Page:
In this Chapter

  • Breweries Don’t Grow On Trees or, Uhh, Something
  • Everybody’s A Liar-And That’s the Truth
  • A Handshake Isn’t Worth the Paper It’s Written On
  • On the Other Hand…
  • Do Your Homework or You’ll Pay Your Lawyer to Teach You
  • Money Isn’t Everything, But It Sure Beats What Comes In Second
  • People Are Very Protective of Their Money
  • Money Talks, But Bullshit Talks Even Louder
  • If It’s Such A Great Idea, How Come You Thought of It?

Breweries Don’t Grow On Trees or, Uhh, Something

The further we progress with this project, the more we realize the logistical, physical, mental, emotional and psychic demands starting a brewery requires. Even if you have all the cash up front (which we didn’t), it’s still a difficult process. It’s really easy to criticize any brewery’s product, but the founders went through a heck of a lot to get up and running and they deserve credit for that. So when you meet someone who has opened a brewery and makes great beer, bow down and kiss his/her feet. Well…maybe just offer a hearty handshake.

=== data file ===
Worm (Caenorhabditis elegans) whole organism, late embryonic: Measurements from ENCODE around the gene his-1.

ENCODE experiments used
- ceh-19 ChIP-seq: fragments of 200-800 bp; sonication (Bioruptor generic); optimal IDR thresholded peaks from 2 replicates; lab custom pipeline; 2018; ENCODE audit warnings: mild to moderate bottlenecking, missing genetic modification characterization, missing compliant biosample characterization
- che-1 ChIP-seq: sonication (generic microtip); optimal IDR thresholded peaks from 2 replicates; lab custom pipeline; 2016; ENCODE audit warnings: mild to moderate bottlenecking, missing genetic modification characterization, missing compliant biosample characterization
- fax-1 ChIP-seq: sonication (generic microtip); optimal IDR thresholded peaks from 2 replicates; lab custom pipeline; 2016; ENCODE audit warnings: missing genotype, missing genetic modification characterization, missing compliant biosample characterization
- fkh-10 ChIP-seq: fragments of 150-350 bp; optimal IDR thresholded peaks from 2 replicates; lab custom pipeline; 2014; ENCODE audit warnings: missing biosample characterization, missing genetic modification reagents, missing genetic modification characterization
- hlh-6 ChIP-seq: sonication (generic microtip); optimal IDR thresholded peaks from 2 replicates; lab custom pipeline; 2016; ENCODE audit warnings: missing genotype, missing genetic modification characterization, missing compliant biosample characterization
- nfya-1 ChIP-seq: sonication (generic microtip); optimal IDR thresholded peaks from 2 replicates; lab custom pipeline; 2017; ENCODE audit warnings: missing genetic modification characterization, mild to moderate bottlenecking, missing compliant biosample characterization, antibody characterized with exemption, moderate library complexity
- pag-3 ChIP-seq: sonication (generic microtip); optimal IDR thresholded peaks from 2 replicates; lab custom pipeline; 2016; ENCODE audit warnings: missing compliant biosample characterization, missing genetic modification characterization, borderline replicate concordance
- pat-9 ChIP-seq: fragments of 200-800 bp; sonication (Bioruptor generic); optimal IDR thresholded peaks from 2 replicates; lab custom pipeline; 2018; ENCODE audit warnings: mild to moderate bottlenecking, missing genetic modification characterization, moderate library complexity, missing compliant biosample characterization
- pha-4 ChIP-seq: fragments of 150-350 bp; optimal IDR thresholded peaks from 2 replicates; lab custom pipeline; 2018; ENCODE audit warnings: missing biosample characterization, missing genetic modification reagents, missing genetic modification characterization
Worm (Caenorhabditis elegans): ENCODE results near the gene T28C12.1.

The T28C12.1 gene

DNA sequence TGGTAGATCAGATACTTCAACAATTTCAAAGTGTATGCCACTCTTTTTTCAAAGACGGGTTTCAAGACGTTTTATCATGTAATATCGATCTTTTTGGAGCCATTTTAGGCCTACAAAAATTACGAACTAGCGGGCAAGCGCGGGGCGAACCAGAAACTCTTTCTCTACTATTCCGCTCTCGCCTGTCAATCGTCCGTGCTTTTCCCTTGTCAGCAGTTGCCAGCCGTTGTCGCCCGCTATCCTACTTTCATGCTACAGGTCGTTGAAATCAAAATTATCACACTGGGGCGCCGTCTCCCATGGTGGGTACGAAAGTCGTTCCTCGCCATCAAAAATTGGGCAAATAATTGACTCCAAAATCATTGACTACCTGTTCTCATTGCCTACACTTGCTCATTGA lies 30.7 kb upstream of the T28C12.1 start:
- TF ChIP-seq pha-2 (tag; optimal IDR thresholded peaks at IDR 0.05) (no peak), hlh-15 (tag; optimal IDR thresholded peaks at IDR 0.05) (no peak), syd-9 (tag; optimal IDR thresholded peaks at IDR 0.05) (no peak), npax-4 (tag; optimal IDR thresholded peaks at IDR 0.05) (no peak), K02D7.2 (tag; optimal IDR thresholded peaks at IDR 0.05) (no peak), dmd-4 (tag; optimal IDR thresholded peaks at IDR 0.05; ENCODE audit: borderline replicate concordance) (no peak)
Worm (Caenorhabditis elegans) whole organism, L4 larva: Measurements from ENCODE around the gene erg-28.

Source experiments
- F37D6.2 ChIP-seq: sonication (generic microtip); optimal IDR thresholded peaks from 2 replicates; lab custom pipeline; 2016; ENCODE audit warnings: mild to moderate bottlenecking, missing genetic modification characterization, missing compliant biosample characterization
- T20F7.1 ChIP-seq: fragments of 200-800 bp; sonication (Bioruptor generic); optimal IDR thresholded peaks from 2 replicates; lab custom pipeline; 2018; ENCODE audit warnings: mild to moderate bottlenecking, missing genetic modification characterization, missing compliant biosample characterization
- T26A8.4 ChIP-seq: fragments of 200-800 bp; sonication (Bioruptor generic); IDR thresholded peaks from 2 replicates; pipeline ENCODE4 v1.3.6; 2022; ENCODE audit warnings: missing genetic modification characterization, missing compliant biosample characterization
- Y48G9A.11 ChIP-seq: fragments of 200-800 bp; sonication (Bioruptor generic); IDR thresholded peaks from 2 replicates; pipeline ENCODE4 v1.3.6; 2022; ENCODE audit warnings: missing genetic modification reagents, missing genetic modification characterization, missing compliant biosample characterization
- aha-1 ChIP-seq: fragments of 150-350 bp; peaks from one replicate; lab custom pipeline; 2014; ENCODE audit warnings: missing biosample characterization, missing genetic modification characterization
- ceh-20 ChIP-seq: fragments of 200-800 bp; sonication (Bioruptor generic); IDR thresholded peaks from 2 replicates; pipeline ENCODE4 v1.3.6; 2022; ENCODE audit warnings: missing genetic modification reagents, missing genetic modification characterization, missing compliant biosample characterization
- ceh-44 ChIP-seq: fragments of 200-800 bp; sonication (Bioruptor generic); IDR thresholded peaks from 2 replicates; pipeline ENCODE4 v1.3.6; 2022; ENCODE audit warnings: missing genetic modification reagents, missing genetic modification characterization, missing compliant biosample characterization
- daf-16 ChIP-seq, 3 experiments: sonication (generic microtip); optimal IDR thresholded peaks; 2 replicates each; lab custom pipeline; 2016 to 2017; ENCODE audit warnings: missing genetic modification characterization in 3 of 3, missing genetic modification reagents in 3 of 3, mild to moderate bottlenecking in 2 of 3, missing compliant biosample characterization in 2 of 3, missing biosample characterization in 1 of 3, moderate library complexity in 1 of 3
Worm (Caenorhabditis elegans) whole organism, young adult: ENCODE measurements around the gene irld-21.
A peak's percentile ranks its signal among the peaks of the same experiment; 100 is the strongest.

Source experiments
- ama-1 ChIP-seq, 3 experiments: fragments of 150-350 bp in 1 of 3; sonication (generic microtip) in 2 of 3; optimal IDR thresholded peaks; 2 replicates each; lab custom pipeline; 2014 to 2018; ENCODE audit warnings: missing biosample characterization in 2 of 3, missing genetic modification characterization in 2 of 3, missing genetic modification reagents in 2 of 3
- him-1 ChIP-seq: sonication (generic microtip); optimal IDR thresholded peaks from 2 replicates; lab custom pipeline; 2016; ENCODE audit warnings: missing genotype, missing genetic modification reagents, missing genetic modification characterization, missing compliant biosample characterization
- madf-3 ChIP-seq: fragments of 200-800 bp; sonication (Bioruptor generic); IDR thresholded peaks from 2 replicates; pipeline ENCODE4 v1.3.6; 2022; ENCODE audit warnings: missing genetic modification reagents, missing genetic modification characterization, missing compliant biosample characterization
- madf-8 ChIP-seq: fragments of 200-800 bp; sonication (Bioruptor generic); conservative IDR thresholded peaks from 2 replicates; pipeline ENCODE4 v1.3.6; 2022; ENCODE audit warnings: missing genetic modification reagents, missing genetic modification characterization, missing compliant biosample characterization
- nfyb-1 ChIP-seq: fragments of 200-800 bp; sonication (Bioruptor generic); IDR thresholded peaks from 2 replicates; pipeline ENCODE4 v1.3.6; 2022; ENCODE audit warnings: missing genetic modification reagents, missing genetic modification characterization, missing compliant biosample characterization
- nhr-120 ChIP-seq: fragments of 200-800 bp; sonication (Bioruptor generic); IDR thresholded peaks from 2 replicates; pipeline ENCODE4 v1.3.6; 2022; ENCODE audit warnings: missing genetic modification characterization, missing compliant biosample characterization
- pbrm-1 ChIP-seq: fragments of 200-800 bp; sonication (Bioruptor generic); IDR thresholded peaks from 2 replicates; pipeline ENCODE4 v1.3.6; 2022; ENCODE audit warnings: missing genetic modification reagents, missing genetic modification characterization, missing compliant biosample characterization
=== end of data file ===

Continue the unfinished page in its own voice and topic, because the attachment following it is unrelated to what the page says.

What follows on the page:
Everybody’s A Liar-And That’s the Truth

It may sound cold-hearted and cynical, but better to be pleasantly surprised than unpleasantly ripped off. When you live and breathe a project every day, it’s a nice respite to find a soul who states that he or she has the building/money/investors you need. But you really have to train yourself to step back and ask what’s in it for them. Very few people are going to help you out for the sake of basic human kindness. As long as you realize that they have their own agenda and are putting the best spin on what they’re telling you (which is exactly what we’re all doing, too), both of you can proceed to have a productive, professional relationship. Heed the words of B.B. King: “Nobody loves me but my mother and she might be jivin’ too.”

A Handshake Isn’t Worth the Paper It’s Written On